Research relevant to the origins and early development of two functionally dissociable perceptual systems is summarized. One system is concerned with the perceptual control and guidance of actions, the other with the perception and recognition of objects and events. Perceptually controlled actions function in real time and are modularly organized. Infants perceive where they are and what they are doing. By contrast, research on object recognition suggests that even young infants represent some of the defining features and physical constraints that specify the identity and continuity of objects. Different factors contribute to developmental changes within the two systems; it is difficult to generalize from one response system to another; and neither perception, action, nor representation qualifies as ontogenetically privileged. All three processes develop from birth as a function of intrinsic processing constraints and experience.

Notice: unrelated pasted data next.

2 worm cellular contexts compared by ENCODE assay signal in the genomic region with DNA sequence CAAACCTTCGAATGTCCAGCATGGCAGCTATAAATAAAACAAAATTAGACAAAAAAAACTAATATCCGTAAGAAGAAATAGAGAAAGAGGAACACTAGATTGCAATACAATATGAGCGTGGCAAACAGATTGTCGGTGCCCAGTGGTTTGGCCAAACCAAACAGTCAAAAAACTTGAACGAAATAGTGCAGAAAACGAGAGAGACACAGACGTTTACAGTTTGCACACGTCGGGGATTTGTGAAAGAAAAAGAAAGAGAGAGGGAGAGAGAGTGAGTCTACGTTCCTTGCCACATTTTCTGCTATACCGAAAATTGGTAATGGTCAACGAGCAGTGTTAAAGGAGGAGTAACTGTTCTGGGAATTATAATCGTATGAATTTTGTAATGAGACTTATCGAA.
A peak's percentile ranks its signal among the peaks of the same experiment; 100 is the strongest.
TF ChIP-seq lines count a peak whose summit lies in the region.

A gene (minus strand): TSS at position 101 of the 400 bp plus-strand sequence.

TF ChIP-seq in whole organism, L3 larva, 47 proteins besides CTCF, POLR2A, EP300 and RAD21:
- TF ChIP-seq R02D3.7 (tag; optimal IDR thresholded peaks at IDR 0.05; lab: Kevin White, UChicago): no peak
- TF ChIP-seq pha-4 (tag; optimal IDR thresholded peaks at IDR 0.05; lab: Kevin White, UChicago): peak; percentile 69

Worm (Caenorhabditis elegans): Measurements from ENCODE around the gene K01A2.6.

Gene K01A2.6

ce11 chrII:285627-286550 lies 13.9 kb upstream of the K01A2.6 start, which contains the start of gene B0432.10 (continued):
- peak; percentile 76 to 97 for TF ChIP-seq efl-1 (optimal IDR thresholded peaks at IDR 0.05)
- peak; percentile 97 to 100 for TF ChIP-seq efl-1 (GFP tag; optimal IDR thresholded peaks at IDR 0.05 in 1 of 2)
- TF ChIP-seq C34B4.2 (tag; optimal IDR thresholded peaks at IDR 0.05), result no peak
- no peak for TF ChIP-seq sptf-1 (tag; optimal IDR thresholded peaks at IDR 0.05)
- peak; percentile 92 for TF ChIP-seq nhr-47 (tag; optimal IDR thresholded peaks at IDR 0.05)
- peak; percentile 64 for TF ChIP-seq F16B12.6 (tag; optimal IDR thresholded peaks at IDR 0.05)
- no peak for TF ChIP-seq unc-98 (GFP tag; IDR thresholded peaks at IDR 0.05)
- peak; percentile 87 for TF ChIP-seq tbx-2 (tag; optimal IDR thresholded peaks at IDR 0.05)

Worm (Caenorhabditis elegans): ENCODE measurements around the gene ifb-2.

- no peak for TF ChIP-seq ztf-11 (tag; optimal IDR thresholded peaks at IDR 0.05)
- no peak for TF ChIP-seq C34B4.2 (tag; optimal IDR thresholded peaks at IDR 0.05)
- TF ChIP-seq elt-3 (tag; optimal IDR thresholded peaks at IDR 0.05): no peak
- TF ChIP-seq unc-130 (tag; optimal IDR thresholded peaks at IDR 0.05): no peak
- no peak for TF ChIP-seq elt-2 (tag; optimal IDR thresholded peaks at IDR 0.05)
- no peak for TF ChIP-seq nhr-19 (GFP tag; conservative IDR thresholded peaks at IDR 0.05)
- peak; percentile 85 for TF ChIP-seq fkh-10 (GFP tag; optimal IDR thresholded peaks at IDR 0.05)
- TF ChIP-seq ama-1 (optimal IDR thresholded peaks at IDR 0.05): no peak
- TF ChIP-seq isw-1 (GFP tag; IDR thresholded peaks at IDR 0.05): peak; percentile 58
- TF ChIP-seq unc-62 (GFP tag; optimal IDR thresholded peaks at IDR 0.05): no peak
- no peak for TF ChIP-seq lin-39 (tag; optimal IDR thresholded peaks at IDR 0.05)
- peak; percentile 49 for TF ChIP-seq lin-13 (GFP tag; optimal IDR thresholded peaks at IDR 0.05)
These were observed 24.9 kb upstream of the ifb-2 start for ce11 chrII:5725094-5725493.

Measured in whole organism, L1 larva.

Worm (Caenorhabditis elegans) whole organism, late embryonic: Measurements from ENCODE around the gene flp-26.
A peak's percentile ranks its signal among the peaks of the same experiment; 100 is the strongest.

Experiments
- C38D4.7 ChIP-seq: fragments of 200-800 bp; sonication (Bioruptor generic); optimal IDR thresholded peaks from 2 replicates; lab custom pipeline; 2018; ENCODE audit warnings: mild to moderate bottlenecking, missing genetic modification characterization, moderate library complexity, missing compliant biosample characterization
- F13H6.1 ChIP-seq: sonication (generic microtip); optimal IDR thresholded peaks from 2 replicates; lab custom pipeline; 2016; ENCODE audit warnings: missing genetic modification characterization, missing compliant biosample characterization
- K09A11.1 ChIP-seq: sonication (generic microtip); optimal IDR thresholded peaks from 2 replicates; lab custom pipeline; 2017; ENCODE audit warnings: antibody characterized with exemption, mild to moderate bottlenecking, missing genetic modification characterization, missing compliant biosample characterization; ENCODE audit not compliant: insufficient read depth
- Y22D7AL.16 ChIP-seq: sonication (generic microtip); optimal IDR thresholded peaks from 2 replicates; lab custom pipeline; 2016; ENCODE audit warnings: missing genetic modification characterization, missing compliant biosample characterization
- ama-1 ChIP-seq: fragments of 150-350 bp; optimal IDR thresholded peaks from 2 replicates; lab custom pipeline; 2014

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  • Article Type: Review Article
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